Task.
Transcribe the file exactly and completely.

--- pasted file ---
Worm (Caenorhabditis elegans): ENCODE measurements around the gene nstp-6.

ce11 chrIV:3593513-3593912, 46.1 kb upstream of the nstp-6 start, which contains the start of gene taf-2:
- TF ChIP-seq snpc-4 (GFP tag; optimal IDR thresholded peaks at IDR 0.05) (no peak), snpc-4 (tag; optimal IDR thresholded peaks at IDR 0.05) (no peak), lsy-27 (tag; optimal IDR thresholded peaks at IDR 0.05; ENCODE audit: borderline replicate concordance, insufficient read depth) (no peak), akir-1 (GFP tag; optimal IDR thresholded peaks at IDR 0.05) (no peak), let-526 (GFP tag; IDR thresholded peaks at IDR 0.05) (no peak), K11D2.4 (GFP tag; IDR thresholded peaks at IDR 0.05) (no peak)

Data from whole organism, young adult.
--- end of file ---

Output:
Worm (Caenorhabditis elegans): ENCODE measurements around the gene nstp-6.

ce11 chrIV:3593513-3593912, 46.1 kb upstream of the nstp-6 start, which contains the start of gene taf-2:
- TF ChIP-seq snpc-4 (GFP tag; optimal IDR thresholded peaks at IDR 0.05) (no peak), snpc-4 (tag; optimal IDR thresholded peaks at IDR 0.05) (no peak), lsy-27 (tag; optimal IDR thresholded peaks at IDR 0.05; ENCODE audit: borderline replicate concordance, insufficient read depth) (no peak), akir-1 (GFP tag; optimal IDR thresholded peaks at IDR 0.05) (no peak), let-526 (GFP tag; IDR thresholded peaks at IDR 0.05) (no peak), K11D2.4 (GFP tag; IDR thresholded peaks at IDR 0.05) (no peak)

Data from whole organism, young adult.